The School of Politics and International Relations is delighted to celebrate its success in research grants for 2018-9.
Dr Sean Molloy won the highly competitive BA Mid-Career Fellowship for his project E.H. Carr: Realist Ethics Between Hegel and Marx. This year 30 Mid-Career Fellowships were awarded from 196 initial applications.
Dr Adrian Pabst leads the school by example and has won for the project “Understanding and Confronting Uncertainty: How to Plan for Revisions to UK Government Expenditure Plans – A Quantitative Narrative”, a grant awarded by the Nuffield Foundation to a team led by Prof. J. Chadha, Director of the National Institute of Economic and Social Research.
Dr Paolo Dardanelli has been successful in getting two grants for his ‘Why Centralization and Decentralization in Federations project (phase 2)’ from the James Madison Trust and the Forum of Federations.
Dr Yaniv Voller won a Social Science Research Council award as part of a project on Transnational Diaspora Activism and Human Security in the Homeland: The Cases of Iraqi Kurdistan, South Sudan, and Somaliland.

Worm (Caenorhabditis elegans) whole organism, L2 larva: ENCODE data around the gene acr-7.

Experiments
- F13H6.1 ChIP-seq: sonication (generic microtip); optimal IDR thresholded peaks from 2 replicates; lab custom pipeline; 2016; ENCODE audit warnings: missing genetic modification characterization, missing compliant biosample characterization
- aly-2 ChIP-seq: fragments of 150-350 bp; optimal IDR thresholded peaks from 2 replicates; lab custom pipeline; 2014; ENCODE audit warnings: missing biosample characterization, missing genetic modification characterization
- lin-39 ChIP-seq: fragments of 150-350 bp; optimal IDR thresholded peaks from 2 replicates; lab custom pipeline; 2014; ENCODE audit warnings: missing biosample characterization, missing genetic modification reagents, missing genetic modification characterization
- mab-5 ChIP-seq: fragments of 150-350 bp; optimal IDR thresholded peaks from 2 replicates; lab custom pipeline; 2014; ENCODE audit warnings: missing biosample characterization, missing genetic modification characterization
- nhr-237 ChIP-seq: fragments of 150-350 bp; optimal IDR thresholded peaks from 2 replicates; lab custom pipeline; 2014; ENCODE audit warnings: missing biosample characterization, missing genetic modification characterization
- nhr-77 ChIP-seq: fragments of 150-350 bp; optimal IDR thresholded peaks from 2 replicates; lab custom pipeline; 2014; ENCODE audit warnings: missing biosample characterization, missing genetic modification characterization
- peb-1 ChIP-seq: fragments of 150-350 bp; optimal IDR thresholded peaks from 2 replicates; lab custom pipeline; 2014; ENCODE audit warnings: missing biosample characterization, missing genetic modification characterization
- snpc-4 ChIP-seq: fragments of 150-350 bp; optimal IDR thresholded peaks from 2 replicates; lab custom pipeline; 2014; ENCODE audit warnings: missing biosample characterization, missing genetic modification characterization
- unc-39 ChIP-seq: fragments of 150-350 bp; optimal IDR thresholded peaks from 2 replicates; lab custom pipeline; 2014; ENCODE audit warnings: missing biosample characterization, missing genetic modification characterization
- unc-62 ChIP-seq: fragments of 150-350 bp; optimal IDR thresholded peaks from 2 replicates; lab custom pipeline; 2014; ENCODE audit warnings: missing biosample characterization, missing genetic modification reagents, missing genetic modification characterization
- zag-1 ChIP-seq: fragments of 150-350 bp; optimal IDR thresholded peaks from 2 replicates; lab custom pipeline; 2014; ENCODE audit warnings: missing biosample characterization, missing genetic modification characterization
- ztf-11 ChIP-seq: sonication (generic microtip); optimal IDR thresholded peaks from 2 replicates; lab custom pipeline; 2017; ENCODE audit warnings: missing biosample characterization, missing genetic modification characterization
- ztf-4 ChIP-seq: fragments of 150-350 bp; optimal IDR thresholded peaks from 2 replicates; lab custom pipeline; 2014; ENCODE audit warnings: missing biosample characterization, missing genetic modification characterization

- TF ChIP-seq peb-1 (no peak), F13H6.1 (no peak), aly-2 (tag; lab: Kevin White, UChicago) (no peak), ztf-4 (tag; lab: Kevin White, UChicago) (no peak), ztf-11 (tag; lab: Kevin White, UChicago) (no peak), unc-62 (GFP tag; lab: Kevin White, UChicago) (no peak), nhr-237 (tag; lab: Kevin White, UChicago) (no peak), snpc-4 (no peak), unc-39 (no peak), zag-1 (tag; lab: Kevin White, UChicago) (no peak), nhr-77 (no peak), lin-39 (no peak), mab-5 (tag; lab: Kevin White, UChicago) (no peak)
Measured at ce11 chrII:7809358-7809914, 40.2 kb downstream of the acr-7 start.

Dr Johanna Schnabel, as part of her Newton International Fellowship (British Academy) won another grant to be used for training and dissemination purposes while the USIP project team has won an additional grant from PRIO for our conference on Cyprus and Constitutional Transitions event last April.
The School would like to thank colleagues for their hard work in submitting and delivering a number of competitive grants. As competition is increasing across various fronts, our achievements for this year are particularly noteworthy and reflects the strong research culture we have here in the School of Politics and International Relations at Kent.